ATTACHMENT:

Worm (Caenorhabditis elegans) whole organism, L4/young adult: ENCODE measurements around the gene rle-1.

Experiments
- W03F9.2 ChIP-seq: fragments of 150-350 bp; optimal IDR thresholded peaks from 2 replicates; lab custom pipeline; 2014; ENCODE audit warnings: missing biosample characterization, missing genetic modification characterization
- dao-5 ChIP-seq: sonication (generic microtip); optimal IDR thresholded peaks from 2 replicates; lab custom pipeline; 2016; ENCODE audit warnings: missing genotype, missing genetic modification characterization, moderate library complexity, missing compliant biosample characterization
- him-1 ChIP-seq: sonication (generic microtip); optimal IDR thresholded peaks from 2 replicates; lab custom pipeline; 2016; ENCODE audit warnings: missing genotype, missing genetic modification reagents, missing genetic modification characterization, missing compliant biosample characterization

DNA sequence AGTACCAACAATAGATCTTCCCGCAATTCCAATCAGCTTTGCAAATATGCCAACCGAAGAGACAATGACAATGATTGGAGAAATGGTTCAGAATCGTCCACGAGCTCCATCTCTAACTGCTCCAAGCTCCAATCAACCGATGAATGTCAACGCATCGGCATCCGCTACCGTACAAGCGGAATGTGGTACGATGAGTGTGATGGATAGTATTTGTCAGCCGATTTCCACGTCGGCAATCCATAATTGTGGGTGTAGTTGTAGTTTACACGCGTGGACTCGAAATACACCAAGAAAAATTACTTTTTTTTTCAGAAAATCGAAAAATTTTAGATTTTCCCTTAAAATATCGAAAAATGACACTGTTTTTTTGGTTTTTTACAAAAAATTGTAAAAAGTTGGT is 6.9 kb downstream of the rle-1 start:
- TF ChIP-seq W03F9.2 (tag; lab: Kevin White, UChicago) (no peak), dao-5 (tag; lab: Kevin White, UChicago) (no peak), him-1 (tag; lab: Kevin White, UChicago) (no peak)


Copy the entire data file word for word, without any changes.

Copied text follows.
Worm (Caenorhabditis elegans) whole organism, L4/young adult: ENCODE measurements around the gene rle-1.

Experiments
- W03F9.2 ChIP-seq: fragments of 150-350 bp; optimal IDR thresholded peaks from 2 replicates; lab custom pipeline; 2014; ENCODE audit warnings: missing biosample characterization, missing genetic modification characterization
- dao-5 ChIP-seq: sonication (generic microtip); optimal IDR thresholded peaks from 2 replicates; lab custom pipeline; 2016; ENCODE audit warnings: missing genotype, missing genetic modification characterization, moderate library complexity, missing compliant biosample characterization
- him-1 ChIP-seq: sonication (generic microtip); optimal IDR thresholded peaks from 2 replicates; lab custom pipeline; 2016; ENCODE audit warnings: missing genotype, missing genetic modification reagents, missing genetic modification characterization, missing compliant biosample characterization

DNA sequence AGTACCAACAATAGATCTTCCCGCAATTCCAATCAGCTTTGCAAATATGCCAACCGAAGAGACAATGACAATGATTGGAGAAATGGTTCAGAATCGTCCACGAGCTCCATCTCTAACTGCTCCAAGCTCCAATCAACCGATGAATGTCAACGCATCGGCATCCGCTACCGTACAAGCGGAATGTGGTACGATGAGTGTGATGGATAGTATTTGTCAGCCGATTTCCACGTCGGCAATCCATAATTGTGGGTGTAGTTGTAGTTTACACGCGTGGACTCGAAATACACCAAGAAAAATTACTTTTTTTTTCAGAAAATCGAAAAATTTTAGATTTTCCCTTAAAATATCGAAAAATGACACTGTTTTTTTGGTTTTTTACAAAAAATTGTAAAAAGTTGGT is 6.9 kb downstream of the rle-1 start:
- TF ChIP-seq W03F9.2 (tag; lab: Kevin White, UChicago) (no peak), dao-5 (tag; lab: Kevin White, UChicago) (no peak), him-1 (tag; lab: Kevin White, UChicago) (no peak)